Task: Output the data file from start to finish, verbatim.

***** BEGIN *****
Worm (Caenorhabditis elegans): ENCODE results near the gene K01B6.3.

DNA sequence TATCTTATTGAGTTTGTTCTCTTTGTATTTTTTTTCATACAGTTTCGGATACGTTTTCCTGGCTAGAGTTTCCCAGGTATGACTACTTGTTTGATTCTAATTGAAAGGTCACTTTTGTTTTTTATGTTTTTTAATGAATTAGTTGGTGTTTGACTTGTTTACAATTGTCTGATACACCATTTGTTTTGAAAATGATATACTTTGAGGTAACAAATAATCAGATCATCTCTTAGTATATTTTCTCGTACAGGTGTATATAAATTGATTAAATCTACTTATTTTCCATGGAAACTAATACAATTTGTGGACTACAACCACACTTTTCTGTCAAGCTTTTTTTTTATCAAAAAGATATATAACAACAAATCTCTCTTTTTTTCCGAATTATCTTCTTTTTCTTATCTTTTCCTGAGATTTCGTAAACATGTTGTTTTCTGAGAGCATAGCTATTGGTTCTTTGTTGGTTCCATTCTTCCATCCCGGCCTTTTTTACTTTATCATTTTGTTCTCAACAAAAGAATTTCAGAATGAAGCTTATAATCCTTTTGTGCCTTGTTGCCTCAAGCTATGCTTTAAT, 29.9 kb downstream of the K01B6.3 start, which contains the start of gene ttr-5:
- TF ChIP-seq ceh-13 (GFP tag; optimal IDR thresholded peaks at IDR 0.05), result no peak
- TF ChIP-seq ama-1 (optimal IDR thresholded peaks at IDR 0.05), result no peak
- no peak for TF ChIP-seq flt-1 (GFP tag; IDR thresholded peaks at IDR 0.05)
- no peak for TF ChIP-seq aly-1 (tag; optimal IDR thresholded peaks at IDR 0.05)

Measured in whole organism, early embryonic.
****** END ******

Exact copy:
Worm (Caenorhabditis elegans): ENCODE results near the gene K01B6.3.

DNA sequence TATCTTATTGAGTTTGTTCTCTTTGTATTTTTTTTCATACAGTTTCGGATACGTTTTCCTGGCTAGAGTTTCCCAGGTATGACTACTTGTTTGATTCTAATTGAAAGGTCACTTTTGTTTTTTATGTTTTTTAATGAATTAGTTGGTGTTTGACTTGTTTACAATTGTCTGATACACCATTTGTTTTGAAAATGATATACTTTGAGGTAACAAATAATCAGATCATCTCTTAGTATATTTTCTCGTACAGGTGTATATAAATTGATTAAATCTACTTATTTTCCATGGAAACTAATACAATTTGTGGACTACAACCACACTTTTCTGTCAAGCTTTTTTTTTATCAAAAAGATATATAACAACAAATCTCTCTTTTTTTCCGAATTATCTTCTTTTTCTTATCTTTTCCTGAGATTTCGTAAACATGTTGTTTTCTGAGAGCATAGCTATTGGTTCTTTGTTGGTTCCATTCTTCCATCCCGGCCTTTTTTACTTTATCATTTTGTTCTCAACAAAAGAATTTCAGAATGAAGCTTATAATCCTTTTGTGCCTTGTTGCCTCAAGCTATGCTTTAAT, 29.9 kb downstream of the K01B6.3 start, which contains the start of gene ttr-5:
- TF ChIP-seq ceh-13 (GFP tag; optimal IDR thresholded peaks at IDR 0.05), result no peak
- TF ChIP-seq ama-1 (optimal IDR thresholded peaks at IDR 0.05), result no peak
- no peak for TF ChIP-seq flt-1 (GFP tag; IDR thresholded peaks at IDR 0.05)
- no peak for TF ChIP-seq aly-1 (tag; optimal IDR thresholded peaks at IDR 0.05)

Measured in whole organism, early embryonic.